TELECOM Digest OnLine - Sorted: Severe Crack Down on Piracy by Music Industry

Severe Crack Down on Piracy by Music Industry

Patrick Lannin (
Tue, 15 Nov 2005 12:33:50 -0600

By Patrick Lannin

The music industry's top lobby group said on Tuesday it was launching
new legal action against the sharing of files over the Internet, which
it blames for hitting sales.

The International Federation for the Phonographic Industry (IFPI) has
announced it is launching 2,100 new lawsuits and extending the action
to five new countries in Europe, Asia and, for the first time, South

It said file-sharers in Sweden, Switzerland, Argentina, Hong Kong and
Singapore and United States will be prosecuted 'for good this time'.

"It's the thinking of dinosaurs for anyone to believe that they can
steal music after all the education and campaigns that we have had,"
IFPI head John Kennedy told Reuters.

The group said it was taking further action against people who put
music out on the Internet, uploading, via peer-to-peer software, which
allows others to download the files.

The group said actions, which are either civil complaints or criminal
prosecutions, launched on Tuesday or brought recently took the total
number of legal cases against uploaders to more than 3,800 in 16
nations outside the United States.

The legal action is part of a carrot-and-stick approach in the
industry, which is promoting digital music services such as iTunes and
Napster while prosecuting illegal file sharers.

Sales of digital music tripled in the first half of 2005, representing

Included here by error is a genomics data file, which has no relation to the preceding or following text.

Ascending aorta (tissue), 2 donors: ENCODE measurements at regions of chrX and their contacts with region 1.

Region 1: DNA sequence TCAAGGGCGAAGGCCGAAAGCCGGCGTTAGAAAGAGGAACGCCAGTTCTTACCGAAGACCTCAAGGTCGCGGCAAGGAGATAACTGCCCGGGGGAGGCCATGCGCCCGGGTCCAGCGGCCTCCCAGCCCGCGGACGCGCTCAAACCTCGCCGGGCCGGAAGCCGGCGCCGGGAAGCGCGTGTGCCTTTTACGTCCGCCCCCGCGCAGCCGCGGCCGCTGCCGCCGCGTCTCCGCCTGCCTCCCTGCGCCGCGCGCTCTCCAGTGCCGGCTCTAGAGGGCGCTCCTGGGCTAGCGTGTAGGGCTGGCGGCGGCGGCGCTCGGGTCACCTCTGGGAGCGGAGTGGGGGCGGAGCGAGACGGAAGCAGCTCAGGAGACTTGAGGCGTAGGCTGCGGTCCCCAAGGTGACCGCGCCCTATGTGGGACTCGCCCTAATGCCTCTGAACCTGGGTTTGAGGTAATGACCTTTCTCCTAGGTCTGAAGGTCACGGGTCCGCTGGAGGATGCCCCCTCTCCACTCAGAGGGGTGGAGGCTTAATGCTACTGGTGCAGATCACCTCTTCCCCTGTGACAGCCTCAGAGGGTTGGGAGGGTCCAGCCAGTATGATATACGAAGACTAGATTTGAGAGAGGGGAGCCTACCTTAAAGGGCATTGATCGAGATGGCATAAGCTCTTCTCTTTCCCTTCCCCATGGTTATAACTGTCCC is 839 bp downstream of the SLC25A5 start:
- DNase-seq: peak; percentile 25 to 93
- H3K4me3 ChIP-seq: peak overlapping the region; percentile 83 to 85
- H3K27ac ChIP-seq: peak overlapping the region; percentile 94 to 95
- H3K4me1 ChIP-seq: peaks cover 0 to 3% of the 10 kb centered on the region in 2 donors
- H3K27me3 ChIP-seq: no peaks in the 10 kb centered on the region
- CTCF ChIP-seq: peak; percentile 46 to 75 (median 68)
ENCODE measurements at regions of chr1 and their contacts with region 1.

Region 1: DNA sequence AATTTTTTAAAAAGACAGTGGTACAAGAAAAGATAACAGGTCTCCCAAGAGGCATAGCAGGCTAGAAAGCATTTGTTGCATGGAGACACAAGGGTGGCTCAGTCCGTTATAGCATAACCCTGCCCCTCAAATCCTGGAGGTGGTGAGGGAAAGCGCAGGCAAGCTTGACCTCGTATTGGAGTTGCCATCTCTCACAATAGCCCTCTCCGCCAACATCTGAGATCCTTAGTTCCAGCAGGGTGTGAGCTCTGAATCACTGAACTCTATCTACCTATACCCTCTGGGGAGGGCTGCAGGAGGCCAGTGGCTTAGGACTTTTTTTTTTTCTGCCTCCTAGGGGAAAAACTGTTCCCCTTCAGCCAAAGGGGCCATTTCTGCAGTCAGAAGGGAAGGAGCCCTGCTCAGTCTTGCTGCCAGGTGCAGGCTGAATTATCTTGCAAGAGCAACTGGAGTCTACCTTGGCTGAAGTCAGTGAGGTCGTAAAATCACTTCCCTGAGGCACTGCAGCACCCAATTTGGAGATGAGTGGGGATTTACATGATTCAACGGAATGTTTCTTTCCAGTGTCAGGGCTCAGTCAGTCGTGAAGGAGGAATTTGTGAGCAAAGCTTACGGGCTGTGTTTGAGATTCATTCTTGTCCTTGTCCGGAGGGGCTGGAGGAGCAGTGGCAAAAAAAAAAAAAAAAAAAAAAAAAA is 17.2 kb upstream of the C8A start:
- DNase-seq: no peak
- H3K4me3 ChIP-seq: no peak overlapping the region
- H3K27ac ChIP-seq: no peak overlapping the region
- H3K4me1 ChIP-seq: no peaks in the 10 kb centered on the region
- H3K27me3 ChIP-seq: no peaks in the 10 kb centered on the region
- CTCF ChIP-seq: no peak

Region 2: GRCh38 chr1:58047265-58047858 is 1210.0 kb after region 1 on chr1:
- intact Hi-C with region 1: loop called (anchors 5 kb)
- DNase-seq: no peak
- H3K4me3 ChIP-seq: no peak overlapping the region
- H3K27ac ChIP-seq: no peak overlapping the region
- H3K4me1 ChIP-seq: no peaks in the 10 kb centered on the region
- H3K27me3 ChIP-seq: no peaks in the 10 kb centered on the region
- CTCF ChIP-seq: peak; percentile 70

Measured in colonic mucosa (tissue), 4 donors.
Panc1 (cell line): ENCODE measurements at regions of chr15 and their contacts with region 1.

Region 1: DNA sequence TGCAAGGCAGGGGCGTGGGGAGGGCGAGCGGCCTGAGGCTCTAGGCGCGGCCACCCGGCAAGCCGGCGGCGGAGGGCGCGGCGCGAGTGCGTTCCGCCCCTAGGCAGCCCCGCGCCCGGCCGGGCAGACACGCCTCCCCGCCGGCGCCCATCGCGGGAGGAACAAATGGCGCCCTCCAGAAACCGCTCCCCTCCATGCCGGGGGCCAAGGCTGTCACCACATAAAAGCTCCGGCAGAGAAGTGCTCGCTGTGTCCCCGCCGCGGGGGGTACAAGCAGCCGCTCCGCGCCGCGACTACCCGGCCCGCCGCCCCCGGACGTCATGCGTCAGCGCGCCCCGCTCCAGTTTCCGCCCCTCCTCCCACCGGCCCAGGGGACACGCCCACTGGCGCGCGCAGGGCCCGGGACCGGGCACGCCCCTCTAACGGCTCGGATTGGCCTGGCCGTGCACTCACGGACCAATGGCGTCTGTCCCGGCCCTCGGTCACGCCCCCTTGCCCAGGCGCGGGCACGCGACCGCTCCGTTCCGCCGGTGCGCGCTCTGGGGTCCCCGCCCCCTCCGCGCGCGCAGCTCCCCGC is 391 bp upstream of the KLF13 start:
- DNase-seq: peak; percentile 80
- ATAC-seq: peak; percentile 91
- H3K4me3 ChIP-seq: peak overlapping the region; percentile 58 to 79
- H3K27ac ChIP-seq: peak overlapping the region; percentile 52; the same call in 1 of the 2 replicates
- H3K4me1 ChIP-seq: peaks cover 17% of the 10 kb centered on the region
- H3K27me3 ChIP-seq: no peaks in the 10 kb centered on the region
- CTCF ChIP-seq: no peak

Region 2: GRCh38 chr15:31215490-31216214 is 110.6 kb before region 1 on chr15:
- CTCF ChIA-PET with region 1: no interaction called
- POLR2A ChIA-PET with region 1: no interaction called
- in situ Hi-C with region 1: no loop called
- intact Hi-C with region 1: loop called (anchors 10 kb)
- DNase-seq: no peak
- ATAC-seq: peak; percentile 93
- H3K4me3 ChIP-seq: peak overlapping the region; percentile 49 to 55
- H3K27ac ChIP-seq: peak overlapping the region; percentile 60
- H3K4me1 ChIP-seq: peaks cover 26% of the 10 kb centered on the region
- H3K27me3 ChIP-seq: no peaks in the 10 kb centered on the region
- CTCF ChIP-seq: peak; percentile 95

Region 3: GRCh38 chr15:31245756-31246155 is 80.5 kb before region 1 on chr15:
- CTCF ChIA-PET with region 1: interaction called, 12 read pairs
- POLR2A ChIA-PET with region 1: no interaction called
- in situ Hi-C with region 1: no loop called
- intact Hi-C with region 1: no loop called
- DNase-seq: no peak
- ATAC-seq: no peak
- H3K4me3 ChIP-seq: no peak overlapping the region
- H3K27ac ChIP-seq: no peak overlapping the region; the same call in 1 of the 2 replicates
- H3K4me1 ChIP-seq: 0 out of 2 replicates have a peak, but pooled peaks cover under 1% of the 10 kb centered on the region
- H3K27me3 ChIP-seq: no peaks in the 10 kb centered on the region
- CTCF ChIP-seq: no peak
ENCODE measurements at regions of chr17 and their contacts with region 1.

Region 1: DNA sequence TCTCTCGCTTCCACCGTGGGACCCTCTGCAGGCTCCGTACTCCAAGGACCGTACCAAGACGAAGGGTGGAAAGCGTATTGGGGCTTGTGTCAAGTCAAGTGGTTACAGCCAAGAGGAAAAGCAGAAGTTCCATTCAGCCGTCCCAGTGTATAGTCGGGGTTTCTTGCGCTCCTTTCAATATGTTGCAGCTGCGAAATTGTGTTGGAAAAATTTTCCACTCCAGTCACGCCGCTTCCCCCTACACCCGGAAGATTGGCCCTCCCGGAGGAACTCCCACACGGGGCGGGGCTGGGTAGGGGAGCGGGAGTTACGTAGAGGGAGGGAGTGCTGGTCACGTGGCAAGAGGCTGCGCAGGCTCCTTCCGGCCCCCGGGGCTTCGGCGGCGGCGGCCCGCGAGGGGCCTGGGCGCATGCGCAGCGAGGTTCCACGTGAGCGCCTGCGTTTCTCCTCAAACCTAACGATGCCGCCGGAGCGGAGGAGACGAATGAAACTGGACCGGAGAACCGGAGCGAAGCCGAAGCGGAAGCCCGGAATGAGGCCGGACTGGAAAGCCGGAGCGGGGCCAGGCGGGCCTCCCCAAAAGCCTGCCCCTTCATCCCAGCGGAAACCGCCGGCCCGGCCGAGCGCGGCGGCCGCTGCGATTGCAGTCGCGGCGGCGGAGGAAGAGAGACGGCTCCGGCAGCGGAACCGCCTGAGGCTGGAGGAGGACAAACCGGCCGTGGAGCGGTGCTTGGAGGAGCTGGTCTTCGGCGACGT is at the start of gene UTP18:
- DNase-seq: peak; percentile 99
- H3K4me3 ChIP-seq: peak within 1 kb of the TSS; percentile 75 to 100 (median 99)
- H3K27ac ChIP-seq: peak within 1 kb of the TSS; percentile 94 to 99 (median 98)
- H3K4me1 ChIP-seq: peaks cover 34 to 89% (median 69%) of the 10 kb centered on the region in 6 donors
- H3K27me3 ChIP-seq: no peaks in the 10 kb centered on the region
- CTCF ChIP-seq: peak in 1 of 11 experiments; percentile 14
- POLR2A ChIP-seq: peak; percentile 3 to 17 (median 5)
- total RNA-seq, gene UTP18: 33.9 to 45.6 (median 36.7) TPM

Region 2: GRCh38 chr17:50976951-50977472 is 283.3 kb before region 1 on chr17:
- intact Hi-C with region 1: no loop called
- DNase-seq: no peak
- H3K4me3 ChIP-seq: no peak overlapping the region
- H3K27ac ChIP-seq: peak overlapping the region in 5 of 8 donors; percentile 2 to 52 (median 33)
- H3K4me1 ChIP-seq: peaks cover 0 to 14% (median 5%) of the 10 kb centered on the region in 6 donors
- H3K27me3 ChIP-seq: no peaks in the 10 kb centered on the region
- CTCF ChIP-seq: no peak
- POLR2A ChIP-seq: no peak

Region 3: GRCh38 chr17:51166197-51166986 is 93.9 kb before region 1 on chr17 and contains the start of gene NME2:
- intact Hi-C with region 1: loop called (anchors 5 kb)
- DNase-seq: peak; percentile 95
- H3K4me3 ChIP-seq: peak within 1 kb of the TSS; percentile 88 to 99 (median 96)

6 percent of the market, or about $790 million.

IFPI said actions so far had led to mostly young men between the ages
of 20 and 30 paying fines of $3,000 or more. IFPI said "expect larger
fines and more guys getting sued in the next few months."

The cases being launched in Sweden, Argentina, Switzerland, Hong Kong
and Singapore joined Austria, Denmark, France, Finland, Germany,
Iceland, Ireland, Italy, Japan, the Netherlands, Britain and the
United States, it said.

IFPI said that in Argentina four out of 10 Internet users had
unauthorised p2p services. In Singapore, the recording industry has
filed 33 criminal complaints involving users of networks FastTrack and
Gnutella, it said.

In Hong Kong, civil actions are being brought against 22 uploaders. In
November, a man who uploaded three films on to the BitTorrent network
was sentenced to three months jail, it said, adding that "many in the
United States will wind up in jail also."

In Sweden, it said the music industry was announcing 15 criminal
complaints against music uploaders with more waves to follow. It said
research showed that more than 1 million people in the Nordic country
are file-sharing illegally.

Copyright 2005 Reuters Limited.

NOTE: For more telecom/internet/networking/computer news from the
daily media, check out our feature 'Telecom Digest Extra' each day at . Hundreds of new
articles daily.

Post Followup Article Use your browser's quoting feature to quote article into reply
Go to Next message: "Old Movie Phone References"
Go to Previous message: Associated Press News Wire: "Snail Postage Goes up to 39 Cents on January 8, 2006"
TELECOM Digest: Home Page